Lent quotes: Living with a Holy Discontent, Thirsty for Tomorrow’s Wine

March 28, 2012

Hmmm.  I had no intention of posting 3 separate devotional entries this morning.  It just seems that all the blogs I’m browsing have posts on a similar theme – spiritual longing and living in the “not yet.”

Here’s an excerpt from today’s reflection at Godspace:

So therein lies our answer, somewhere between discontent and complacency is a third way, the way Jesus taught, the way which Paul imitated- a place characterized by contentment, but hallmarked by a holy discontent, a longing for the “not yet” that our Life in Christ promises to us. It is a strange tension that we are called to live within: to be content with our daily bread, but to be thirsty for tomorrow’s wine. It is in this indeterminate state that we live and move and breathe, until that final day when we finally share a table with the King of Kings and dine with Him for all eternity.

The full post is here

A prayer for when we crave seeing God’s power and healing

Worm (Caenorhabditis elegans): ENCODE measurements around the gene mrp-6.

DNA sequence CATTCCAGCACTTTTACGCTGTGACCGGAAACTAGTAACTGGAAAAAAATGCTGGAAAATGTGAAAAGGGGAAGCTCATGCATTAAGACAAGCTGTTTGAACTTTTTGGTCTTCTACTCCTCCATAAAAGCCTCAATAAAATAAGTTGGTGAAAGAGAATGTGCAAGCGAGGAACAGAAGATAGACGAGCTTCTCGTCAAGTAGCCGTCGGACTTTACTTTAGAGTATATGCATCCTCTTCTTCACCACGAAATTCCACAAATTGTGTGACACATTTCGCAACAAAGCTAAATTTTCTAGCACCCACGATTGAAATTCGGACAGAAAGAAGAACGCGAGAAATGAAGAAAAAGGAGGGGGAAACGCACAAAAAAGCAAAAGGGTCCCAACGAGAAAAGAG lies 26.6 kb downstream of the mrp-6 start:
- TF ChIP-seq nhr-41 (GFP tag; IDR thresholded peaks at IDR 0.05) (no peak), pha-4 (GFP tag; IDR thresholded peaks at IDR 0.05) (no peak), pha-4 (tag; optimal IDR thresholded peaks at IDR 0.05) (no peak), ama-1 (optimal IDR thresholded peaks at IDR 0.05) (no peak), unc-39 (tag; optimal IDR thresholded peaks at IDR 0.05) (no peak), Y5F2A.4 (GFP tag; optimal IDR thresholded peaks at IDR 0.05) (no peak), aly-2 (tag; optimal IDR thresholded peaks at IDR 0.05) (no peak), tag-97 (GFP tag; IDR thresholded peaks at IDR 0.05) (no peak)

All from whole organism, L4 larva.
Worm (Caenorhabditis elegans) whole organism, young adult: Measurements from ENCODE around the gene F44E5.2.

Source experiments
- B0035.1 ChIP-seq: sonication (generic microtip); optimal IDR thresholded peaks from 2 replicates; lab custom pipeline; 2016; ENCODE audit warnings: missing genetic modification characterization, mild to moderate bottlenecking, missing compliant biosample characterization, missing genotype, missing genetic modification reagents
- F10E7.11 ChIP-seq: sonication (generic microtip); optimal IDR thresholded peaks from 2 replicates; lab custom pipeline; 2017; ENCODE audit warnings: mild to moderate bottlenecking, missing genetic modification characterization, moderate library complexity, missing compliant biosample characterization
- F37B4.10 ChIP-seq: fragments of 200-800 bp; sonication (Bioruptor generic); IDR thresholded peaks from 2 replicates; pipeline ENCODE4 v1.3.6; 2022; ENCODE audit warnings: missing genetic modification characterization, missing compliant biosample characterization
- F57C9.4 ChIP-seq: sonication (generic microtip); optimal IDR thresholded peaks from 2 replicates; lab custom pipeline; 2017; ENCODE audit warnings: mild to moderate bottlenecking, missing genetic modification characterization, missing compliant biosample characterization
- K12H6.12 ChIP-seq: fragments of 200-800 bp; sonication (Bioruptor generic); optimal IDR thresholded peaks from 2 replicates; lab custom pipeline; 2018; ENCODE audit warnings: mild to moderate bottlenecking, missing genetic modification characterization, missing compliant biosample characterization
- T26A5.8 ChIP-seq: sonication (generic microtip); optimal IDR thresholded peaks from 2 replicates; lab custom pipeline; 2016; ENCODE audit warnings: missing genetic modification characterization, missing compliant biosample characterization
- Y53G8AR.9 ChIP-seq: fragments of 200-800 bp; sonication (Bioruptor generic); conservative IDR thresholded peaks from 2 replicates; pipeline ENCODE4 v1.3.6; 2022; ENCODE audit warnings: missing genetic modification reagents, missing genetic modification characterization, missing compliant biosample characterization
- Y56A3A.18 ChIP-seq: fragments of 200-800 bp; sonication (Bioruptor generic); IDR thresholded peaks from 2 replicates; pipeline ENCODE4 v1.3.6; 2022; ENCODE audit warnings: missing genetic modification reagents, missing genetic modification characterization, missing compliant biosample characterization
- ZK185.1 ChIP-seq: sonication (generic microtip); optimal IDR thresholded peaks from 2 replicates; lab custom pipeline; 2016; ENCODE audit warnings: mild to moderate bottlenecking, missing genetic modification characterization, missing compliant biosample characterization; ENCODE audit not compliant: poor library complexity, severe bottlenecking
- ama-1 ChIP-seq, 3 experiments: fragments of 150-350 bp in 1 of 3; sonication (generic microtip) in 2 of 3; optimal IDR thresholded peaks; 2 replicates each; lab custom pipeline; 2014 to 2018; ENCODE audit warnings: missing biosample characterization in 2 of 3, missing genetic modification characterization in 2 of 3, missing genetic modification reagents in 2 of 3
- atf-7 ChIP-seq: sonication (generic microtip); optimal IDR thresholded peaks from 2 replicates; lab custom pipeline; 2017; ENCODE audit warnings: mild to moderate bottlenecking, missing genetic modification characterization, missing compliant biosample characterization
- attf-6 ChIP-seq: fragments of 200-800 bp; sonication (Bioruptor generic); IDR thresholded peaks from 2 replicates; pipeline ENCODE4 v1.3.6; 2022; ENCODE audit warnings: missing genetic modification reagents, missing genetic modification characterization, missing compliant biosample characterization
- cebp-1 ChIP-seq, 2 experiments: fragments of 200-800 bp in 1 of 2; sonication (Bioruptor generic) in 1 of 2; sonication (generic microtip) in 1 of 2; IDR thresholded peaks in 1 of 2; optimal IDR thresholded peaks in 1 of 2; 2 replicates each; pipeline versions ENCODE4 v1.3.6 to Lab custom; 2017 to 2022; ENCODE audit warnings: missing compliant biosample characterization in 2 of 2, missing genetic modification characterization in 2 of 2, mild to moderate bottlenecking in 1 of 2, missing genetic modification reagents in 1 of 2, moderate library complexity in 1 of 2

March 28, 2012

Pastor Scotty Smith’s latest prayer at his blog Heavenward, today, fits in very well with what I just posted below by Dean Munday about a longing for our eternal home. Scotty Smith’s prayer acknowledges his longing for perfect wholeness and healing and the challenge of trusting that God’s grace is enough in this life and this broken world.

I think it a very wise, honest and helpful prayer. I’ve been meditating a lot lately on God’s promise to teach and instruct the humble (see Ps 25) and the challenge not to lean on or trust my own understanding. Scotty Smith’s prayer is one of humility, acknowledging how little he understands of God’s ways and purposes, but yet committing himself to trusting in God’s goodness and perfection.

Here’s an excerpt: